The 2022 government-funded VET data raises questions about the relevance of some programs
As I have written previously – the advent of Generative AI has hastened the pace of change in a growing number of white collar and creative jobs. While generative AI will test the VET sector’s ability to keep its courses up-to-date and relevant – the data shows that even before ChatGPT some VET courses were becoming a lot less attractive, even where government is funding the training.
In comparing enrolments pre- and post-pandemic, the NCVER’s latest data shows that VET’s government-funded ‘microcredentials’ (ie subject-only enrolments) are much less popular than they were. At a time when in other sectors and countries there is an increasing use of short courses for upskilling and reskilling – it is worth considering what this means for the Australian VET sector?
Note in the following table (a) the enduring number of enrolments in ‘modules’ which are usually associated with accredited courses developed in response to emerging industry needs (and hence have not gone through the Training Package development process) and (b) the decline in enrolments/government funding for English language and Foundation Skills short courses.
And then note also the relative decline in government-funded enrolments in most other popular Training Packages.
Government-funded enrolments in Skill Sets (specially developed short courses comprising more than one subject, unit or module) have increased modestly since 2019 – but once again the relevance of what is being offered in many Training Packages must be questioned when 75% of enrolments in government-funded skills sets in 2022 were in “locally developed” skill sets (ie educators selecting groups of subjects to package up for learners instead of using those developed through the Training Package process).
Another NCVER dataset raises further questions as to the relevance of Australian VET courses. The data on enrolments in offshore VET shows that providers have struggled to find a market for VET qualifications: in 2019 there were only 26,000 offshore VET students compared to more than 120,000 offshore higher education students.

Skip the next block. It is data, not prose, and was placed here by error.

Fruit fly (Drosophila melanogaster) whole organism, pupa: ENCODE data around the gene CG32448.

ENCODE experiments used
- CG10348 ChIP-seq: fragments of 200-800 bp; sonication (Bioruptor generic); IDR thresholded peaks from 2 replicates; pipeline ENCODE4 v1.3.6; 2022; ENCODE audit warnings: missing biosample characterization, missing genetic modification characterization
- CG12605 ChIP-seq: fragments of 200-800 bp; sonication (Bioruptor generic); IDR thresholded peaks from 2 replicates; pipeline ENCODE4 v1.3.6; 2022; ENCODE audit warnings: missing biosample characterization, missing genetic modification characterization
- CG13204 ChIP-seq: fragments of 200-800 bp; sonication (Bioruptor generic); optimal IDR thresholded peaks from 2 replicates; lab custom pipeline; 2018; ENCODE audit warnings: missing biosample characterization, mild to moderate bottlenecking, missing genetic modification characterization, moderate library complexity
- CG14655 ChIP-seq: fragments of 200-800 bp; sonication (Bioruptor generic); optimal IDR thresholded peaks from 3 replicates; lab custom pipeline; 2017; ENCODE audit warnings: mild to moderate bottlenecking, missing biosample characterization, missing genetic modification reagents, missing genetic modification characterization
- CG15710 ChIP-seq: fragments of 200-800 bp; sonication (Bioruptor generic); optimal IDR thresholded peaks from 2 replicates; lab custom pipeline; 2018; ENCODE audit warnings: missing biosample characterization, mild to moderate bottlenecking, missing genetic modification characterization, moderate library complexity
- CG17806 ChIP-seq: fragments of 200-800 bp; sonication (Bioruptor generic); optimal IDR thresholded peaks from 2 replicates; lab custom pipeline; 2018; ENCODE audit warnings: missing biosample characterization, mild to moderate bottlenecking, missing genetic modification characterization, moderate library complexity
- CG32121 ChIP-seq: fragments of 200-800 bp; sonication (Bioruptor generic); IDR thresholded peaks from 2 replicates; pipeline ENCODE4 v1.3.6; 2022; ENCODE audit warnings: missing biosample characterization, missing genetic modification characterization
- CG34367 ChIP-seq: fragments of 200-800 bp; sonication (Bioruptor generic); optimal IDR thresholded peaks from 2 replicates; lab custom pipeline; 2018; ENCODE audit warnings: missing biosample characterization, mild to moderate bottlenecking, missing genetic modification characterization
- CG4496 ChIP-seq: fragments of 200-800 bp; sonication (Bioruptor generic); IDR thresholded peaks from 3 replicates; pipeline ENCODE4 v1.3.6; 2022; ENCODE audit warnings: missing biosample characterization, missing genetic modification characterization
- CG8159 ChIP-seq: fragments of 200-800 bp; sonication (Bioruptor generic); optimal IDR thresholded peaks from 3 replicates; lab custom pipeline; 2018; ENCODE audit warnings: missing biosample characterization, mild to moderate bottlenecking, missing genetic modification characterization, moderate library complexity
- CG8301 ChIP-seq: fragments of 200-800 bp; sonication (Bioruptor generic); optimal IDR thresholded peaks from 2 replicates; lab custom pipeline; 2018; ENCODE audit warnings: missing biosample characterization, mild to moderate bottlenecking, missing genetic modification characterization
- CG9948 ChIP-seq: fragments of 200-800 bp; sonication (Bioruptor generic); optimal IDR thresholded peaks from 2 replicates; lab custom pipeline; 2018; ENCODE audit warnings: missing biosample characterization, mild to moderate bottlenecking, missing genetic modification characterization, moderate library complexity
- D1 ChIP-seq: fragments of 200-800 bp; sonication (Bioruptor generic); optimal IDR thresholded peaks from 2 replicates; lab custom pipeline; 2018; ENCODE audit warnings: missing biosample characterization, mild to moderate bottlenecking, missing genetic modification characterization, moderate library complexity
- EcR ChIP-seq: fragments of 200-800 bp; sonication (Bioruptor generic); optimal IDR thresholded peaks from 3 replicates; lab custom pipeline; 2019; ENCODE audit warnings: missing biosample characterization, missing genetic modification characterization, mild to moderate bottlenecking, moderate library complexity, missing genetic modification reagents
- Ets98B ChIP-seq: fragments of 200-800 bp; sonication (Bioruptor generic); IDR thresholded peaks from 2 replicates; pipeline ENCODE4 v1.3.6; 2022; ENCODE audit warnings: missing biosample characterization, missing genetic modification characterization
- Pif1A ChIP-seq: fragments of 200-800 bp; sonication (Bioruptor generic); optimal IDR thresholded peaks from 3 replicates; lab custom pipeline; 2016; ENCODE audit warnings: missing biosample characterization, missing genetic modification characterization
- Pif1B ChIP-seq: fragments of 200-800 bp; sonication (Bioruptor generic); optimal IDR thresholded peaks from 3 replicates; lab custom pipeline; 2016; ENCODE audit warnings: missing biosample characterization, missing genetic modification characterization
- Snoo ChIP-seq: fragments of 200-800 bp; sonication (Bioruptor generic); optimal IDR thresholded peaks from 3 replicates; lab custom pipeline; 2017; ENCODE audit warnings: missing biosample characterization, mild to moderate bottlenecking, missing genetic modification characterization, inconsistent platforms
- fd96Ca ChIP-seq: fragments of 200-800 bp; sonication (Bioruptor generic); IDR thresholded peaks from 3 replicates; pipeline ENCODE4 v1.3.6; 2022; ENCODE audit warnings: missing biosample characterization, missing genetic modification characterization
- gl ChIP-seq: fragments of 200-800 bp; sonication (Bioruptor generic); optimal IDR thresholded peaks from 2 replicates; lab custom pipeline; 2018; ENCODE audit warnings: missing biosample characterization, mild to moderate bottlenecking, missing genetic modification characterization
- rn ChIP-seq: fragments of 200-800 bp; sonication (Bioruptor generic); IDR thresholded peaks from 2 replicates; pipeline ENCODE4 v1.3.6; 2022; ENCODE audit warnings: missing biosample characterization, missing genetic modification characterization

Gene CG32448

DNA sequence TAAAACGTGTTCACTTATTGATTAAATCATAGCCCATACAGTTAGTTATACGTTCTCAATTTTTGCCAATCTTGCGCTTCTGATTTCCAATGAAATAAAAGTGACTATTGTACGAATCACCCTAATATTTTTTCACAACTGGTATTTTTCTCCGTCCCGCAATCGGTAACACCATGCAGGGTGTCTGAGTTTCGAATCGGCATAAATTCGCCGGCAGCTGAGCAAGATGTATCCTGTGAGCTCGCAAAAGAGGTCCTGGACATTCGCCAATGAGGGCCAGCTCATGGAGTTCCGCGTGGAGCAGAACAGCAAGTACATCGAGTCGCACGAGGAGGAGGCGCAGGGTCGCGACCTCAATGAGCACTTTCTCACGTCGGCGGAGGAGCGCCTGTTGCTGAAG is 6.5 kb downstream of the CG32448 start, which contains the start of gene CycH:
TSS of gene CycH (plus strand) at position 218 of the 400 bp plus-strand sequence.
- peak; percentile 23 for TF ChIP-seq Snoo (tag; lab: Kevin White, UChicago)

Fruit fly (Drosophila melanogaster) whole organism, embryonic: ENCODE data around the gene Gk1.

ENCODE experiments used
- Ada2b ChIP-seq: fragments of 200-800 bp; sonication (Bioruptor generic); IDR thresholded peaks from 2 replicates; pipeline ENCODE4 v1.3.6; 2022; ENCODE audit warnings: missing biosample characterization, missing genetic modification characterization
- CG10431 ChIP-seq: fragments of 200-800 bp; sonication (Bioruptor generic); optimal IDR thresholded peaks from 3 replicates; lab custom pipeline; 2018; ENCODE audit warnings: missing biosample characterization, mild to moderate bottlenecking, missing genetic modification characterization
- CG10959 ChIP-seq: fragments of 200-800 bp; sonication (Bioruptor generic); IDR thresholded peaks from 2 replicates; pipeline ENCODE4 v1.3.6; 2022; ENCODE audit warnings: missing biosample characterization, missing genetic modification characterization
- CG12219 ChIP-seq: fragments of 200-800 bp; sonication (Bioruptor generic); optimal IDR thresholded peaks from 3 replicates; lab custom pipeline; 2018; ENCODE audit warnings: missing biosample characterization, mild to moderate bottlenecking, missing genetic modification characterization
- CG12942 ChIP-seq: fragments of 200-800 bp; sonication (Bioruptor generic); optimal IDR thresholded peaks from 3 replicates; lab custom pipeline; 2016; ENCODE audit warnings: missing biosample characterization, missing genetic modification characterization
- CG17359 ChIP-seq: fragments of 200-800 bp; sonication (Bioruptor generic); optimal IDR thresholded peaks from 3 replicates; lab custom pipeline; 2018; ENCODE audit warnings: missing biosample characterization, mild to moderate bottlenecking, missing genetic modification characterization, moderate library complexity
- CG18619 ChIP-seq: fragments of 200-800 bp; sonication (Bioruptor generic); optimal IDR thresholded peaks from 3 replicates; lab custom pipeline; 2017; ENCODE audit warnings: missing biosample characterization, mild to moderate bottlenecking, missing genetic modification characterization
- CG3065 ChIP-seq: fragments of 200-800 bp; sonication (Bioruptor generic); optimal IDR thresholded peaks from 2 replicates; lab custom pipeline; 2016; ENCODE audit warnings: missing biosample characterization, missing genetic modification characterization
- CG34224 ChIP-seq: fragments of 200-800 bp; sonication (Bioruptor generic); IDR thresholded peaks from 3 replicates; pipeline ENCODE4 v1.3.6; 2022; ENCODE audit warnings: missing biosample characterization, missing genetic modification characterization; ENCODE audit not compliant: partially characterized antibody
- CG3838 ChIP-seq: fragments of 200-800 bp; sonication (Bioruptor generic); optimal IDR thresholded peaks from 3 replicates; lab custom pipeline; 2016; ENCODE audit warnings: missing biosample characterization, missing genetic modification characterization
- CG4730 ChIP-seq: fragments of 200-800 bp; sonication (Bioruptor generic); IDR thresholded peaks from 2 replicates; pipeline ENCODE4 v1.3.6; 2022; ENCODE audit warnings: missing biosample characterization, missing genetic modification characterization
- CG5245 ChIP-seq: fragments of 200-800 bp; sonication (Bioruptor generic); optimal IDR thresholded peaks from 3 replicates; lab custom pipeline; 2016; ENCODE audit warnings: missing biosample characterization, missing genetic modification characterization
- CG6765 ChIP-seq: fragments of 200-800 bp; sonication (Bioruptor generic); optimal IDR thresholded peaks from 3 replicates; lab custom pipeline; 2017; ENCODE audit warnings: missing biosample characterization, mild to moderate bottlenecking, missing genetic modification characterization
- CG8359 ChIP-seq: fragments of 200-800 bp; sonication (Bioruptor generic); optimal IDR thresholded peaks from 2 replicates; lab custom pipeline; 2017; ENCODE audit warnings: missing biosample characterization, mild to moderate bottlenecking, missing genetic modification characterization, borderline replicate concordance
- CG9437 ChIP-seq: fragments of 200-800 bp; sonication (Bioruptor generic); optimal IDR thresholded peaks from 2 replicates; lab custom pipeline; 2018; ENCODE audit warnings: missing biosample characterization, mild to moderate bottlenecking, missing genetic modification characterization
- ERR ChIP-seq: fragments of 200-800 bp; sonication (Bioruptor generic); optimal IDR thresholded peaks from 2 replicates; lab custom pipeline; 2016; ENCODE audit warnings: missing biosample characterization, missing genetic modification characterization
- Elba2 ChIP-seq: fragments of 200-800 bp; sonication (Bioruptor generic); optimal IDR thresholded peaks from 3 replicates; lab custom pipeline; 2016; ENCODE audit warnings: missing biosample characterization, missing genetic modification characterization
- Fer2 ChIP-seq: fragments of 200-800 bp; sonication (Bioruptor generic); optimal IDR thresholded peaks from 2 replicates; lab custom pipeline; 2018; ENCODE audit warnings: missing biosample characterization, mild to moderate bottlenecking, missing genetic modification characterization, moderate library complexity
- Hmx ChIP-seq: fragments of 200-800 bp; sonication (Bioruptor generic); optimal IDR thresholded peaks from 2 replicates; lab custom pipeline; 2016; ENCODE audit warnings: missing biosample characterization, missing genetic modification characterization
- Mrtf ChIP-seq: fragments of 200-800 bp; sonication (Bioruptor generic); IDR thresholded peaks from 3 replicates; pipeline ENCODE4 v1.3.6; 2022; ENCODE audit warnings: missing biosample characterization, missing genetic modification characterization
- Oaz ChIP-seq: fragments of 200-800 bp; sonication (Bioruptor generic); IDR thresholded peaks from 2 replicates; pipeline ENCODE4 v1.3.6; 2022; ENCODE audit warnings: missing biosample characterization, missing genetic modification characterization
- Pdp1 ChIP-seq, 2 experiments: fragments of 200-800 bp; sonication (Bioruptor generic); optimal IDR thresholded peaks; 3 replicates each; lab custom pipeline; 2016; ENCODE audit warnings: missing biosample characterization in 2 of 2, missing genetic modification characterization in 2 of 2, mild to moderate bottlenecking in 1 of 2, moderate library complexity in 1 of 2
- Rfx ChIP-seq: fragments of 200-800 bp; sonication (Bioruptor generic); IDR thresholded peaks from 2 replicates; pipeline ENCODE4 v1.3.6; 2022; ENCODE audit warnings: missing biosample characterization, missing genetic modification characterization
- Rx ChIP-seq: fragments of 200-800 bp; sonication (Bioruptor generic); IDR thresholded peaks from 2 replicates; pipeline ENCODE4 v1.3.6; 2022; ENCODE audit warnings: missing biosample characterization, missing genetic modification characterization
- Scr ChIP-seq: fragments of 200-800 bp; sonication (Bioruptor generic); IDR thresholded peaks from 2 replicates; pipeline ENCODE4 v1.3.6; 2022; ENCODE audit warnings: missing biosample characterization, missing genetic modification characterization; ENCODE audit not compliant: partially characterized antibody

Half of all offshore VET students were in China (13,245) with another 975 in Hong Kong – which suggests that outside of the Chinese VET system there is little interest in Australian VET qualifications.
These were points I raised in recent evidence to the Joint Standing Committee’s Inquiry into Australia’s tourism and international education sectors. Instead of delivering VET qualifications offshore, it appears anecdotally that Australian VET providers are instead moving to deliver non-accredited training, industry-certified training, and/or local VET qualifications from the countries they are operating in offshore.
With the new Jobs and Skills Councils now in place, it is time for the VET sector to start thinking about new tripartite approaches to gathering intelligence on industry’s changing skill needs. And then to start working with VET providers to enable more timely updates to VET qualifications and units of competency.
If this cannot be achieved it looks likely that the drift away from VET will continue, especially with the changes generative AI is bringing to white-collar work, software engineering and coding, and the creative arts.
As La Trobe University’s Vice Chancellor, Theo Farrell, cautioned recently – AI will be as transformative as the industrial revolution but at a much faster pace. “… it’s going to displace a lot of activities and jobs. If we don’t do it right, we risk increasing inequality in our society.”